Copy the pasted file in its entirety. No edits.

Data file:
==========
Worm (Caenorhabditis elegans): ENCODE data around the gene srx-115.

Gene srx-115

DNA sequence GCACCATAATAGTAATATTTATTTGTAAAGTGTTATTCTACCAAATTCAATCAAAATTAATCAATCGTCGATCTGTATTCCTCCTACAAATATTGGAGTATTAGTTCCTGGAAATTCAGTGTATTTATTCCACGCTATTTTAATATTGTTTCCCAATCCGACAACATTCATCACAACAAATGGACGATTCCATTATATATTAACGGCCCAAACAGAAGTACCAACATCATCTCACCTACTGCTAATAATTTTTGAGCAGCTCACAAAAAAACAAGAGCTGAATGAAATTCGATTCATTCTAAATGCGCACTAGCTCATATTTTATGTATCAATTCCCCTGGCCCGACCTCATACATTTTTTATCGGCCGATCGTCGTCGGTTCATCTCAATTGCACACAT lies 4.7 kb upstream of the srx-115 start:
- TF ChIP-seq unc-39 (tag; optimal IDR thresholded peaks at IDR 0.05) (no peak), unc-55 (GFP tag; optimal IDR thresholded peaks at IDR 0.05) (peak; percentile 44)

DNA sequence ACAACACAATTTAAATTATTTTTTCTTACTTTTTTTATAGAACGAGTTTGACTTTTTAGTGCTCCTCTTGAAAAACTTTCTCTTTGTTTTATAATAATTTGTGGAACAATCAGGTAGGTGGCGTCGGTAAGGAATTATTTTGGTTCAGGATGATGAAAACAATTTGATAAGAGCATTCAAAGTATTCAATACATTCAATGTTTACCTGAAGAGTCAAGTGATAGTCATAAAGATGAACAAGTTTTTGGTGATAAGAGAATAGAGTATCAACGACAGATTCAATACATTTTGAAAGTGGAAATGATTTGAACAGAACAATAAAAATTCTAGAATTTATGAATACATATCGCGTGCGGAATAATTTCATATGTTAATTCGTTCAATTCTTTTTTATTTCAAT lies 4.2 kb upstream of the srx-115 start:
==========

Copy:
Worm (Caenorhabditis elegans): ENCODE data around the gene srx-115.

Gene srx-115

DNA sequence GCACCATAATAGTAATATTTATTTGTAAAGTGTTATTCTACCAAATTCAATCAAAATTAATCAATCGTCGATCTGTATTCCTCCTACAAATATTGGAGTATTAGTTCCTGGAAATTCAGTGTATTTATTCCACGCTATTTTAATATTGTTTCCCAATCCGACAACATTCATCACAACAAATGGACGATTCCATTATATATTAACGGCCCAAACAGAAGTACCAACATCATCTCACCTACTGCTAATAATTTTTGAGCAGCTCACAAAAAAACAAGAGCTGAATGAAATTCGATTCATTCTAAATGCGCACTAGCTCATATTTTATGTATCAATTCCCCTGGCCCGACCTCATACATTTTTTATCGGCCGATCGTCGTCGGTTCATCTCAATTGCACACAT lies 4.7 kb upstream of the srx-115 start:
- TF ChIP-seq unc-39 (tag; optimal IDR thresholded peaks at IDR 0.05) (no peak), unc-55 (GFP tag; optimal IDR thresholded peaks at IDR 0.05) (peak; percentile 44)

DNA sequence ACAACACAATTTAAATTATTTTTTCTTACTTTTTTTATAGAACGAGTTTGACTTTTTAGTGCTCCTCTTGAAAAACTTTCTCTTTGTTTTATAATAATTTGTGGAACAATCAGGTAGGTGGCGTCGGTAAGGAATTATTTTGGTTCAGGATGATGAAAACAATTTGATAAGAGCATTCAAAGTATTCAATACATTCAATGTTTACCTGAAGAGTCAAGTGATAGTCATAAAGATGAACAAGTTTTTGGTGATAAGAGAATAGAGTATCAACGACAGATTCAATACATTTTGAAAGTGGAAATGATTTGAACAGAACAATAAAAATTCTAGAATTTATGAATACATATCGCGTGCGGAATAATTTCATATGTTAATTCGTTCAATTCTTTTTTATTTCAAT lies 4.2 kb upstream of the srx-115 start: